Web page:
243592 Provision of Palliative Care in an Urban Emergency Department

Sunday, October 30, 2011

Katrina Kubicek, PhDc , Division of Research on Children, Youth and Families, Childrens Hospital Los Angeles, Los Angeles, CA
Sarita Mohanty, MD, MPH , COPE Health Solutions, Los Angeles, CA
Jocelyn Supan, MPH , Community, Health Outcomes, and Intervention Research Program, Children's Hospital Los Angeles, Los Angeles, CA
Jan Shoenberger, MD , Dept. of Emergency Medicine, Keck School of Medicine of University of Southern California, Los Angeles, CA
Suan Stone, MD , Department of Emergency Medicine, Cedars Sinai Medical Center, Los Angeles, CA
Background: Patients in the emergency department (ED) frequently present at the end-of-life. Historically, the ED is geared to provide diagnosis and treatment for acute illness. This environment provides challenges when a palliative approach is needed. Little is known regarding how ED providers view palliative care. This study explores medical professionals' attitudes towards palliative care.

Methods: Semi-structured qualitative interviews were conducted with ED physicians (residents n=11, attending n=12) at a large urban ED. Interviews lasted approximately 45-60 minutes and were analyzed for themes that emerged.

Results: Interviews identified key perceived benefits (e.g., patient/family comfort; increased understanding of end-of-life needs; self-determination in end-of-life decisions). Challenges were identified (e.g., time; lack of pain management expertise; lack of patient follow-up; palliative care often at odds with core tenets of emergency medicine). Respondents felt palliative care is important but is often omitted due to the functional limitations of the ED. Training in this area (e.g., palliative care rotation; increased presence of palliative care team in ED; checklist of patient needs to ensure palliative care is more consistently offered to patients in need) were identified as solutions.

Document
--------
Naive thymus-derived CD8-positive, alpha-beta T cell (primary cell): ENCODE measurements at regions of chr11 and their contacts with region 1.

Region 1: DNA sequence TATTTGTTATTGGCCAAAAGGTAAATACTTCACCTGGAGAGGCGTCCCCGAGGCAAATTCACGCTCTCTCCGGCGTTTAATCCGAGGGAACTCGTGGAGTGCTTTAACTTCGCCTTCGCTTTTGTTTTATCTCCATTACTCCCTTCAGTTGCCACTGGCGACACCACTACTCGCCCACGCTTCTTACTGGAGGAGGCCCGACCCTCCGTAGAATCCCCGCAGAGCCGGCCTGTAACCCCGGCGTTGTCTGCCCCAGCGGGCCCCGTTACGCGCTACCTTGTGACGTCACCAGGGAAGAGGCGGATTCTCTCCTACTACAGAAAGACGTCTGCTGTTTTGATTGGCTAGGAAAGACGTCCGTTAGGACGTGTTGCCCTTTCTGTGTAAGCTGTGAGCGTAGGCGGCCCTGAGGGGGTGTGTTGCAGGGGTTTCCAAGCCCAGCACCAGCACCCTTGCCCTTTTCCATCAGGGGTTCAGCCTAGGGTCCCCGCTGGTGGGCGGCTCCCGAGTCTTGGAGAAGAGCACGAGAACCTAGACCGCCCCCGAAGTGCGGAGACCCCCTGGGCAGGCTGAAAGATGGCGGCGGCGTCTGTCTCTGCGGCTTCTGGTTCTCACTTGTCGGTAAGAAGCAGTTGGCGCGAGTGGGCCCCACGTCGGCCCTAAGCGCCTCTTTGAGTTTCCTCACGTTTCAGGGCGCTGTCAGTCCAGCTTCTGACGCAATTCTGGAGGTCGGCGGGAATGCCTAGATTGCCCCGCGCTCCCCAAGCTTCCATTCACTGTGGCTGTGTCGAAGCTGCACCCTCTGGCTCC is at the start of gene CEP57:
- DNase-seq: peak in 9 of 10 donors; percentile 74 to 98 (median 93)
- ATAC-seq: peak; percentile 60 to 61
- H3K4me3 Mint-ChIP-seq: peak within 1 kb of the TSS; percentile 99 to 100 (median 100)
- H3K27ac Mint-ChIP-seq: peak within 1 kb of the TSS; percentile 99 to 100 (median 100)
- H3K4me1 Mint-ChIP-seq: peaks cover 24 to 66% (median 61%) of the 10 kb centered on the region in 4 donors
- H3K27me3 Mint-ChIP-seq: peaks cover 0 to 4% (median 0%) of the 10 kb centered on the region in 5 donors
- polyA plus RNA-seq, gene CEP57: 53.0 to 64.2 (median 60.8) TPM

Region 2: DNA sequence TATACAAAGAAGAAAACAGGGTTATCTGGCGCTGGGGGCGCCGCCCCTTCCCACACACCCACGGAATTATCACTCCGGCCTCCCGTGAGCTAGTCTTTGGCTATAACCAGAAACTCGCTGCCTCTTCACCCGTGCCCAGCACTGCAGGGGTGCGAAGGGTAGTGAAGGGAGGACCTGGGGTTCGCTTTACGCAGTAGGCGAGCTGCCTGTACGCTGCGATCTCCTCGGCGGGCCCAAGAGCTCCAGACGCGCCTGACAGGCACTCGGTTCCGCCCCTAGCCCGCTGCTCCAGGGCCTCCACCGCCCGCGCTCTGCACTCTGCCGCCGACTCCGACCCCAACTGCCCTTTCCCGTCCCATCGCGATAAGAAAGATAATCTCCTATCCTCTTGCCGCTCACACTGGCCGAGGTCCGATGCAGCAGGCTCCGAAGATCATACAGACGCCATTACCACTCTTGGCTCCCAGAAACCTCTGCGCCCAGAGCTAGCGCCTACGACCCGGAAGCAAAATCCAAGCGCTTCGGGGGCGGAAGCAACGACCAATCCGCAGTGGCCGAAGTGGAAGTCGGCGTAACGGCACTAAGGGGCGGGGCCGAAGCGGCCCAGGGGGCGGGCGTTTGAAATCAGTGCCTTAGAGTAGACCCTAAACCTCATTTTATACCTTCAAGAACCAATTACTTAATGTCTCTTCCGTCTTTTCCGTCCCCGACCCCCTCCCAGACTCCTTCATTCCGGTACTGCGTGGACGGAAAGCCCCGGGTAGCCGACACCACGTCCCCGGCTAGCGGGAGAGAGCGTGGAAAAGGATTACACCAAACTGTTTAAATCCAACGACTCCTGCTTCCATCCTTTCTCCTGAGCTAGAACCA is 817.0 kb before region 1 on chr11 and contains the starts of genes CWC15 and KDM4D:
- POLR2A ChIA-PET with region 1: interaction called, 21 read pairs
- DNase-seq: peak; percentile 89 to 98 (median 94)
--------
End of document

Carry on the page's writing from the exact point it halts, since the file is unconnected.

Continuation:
Conclusions: ED providers felt palliative care is important and identified various benefits and challenges to providing palliative care in an ED setting. With many uninsured and publicly insured individuals presenting at EDs for primary care (for routine complaints as well as pain management of chronic disease), palliative care is becoming more common in this setting. Thus, additional training and exposure may be beneficial for emergency medicine practitioners.

Learning Areas:
Chronic disease management and prevention
Provision of health care to the public

Learning Objectives:
Discuss benefits and challenges of providing palliative care in an emergency setting

Keywords: Chronic Illness, Access to Health Care

Presenting author's disclosure statement:

Qualified on the content I am responsible for because: I designed the interview guide, conducted the analysis and summarized the results.
Any relevant financial relationships? No

I agree to comply with the American Public Health Association Conflict of Interest and Commercial Support Guidelines, and to disclose to the participants any off-label or experimental uses of a commercial product or service discussed in my presentation.